Virtual MOSAIC Awards to recognize 5 Louisville immigrants making a difference in community

Kaveh Zamanian

By Lisa Hornung
For Community

While the pandemic may be slowing down with the help of vaccines, and the world is beginning to reopen, Jewish Family & Career Services has decided to keep this year’s MOSAIC awards virtual. But the digital nature of the awards doesn’t mean these recipients deserve any less recognition.
MOSAIC Awards is an annual salute by JFCS to first-generation Americans who have made a contribution to their professions and their community. It has recognized almost 70 refugees, immigrants and first-generation Americans who make the community stronger.
This year’s honorees are: Neeli Bendapudi, Di Tran, Berta Weyenberg, Kaveh Zamanian and Bapion Ziba.
“This year, MOSAIC will transition to a virtual format where you will have an opportunity to learn more about how JFCS is meeting the increasing demand of services for those most vulnerable during the pandemic,” said Robin Stratton,

Dr. Neeli Bendapudi

president of the JFCS Board of Directors. “Last year, we were so pleased to have Bob and Margie Kohn serve as our honorary co-chairs despite the in-person event being canceled, and greatly appreciate their ongoing support as agency leaders.”
The 16th-annual celebration is sponsored by Jewish Heritage Fund for Excellence and Kindred Healthcare. Gifts made online between May 25 and 27 directly support the work JFCS does with clients and their families.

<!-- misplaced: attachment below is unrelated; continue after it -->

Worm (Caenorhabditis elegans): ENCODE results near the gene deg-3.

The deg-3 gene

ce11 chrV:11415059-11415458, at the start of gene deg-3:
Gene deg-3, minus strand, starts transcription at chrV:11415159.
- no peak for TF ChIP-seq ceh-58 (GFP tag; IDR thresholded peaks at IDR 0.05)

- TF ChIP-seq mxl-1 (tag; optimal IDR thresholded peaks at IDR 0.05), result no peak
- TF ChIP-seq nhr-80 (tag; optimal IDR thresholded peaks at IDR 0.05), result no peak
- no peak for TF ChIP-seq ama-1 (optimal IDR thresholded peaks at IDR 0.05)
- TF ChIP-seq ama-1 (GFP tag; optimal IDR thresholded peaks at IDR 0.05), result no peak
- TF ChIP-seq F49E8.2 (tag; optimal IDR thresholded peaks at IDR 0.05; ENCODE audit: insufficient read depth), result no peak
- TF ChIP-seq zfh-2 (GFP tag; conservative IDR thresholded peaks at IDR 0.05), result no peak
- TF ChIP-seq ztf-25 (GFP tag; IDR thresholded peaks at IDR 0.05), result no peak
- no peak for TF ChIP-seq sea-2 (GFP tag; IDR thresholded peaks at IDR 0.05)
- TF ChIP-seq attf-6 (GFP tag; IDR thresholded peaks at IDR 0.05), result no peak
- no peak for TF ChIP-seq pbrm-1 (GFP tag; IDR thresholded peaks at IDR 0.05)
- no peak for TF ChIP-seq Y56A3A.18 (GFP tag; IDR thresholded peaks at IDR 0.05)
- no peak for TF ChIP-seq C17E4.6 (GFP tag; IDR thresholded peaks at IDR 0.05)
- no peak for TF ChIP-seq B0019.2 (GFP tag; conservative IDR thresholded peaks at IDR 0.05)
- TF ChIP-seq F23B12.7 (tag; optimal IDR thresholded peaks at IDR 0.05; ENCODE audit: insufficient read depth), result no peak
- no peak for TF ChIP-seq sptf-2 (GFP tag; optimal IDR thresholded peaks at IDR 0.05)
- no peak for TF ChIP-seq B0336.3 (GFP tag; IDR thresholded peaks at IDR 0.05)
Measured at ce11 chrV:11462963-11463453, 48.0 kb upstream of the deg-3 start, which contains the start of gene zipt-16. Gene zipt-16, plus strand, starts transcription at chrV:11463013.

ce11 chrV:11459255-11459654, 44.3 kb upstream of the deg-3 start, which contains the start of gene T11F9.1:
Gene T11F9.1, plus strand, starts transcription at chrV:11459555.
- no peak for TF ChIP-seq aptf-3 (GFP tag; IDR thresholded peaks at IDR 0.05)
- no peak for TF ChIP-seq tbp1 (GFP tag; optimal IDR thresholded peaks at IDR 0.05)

MOSAIC 2021 will be broadcast over social media and its website beginning Tuesday, May 25, concluding with an awards presentation at noon, Thursday, May 27.
Here are the bios of this year’s honorees:
Kaveh Zamanian, a native of Iran, came to Louisville when he fell in love with his wife, Heather, who is from here. He stepped away from his career as a clinical psychologist and psychoanalyst to start Rabbit Hole distillery, a now-thriving local business.
Neeli Bendapudi, a native of India, is the president of the University of Louisville. Through her work as the school’s chief executive, she celebrates diversity, fosters

Berta Weyenberg

equity and strives to achieve inclusion.
Berta Weyenberg came to Louisville in 1996 from Cuba. She has worked for Jefferson County Public Schools for 24 years as the English as a Second Language Intake Center coordinator and is a leading advocate in bringing international communities together. She ensures every ESL child and family is aware of the many options available to them.
Bapion Ziba came to Louisville from Burkina Faso in West Africa. He learned about cooking from his grandmother and aunts, who encouraged him to pursue his love for it. JFCS helped him launch Ziba’s Bistro at Logan Street Market, a now-thriving local restaurant. Bapion continues to pay it forward by volunteering with the Burkinabe and African communities.
Di Tran fled Vietnam with his family at age 12. After arriving in Louisville, his parents worked factory jobs for five years, saving enough money to build USA Nails on Broadway. He earned a master’s degree in computer engineering and sciences from the University of Louisville while helping his mother expand their nail salon business. He started the Louisville Beauty Academy in 2016, and now runs Di Tran

Bapion Ziba

Di Tran

Enterprises, which owns and operates several small local businesses.

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